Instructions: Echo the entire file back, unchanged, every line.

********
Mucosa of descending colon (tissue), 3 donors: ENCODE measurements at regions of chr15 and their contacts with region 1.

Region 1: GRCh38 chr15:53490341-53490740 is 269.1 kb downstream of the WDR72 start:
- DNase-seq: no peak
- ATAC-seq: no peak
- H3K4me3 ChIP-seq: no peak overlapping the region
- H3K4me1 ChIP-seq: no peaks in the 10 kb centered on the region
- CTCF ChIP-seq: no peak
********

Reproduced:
Mucosa of descending colon (tissue), 3 donors: ENCODE measurements at regions of chr15 and their contacts with region 1.

Region 1: GRCh38 chr15:53490341-53490740 is 269.1 kb downstream of the WDR72 start:
- DNase-seq: no peak
- ATAC-seq: no peak
- H3K4me3 ChIP-seq: no peak overlapping the region
- H3K4me1 ChIP-seq: no peaks in the 10 kb centered on the region
- CTCF ChIP-seq: no peak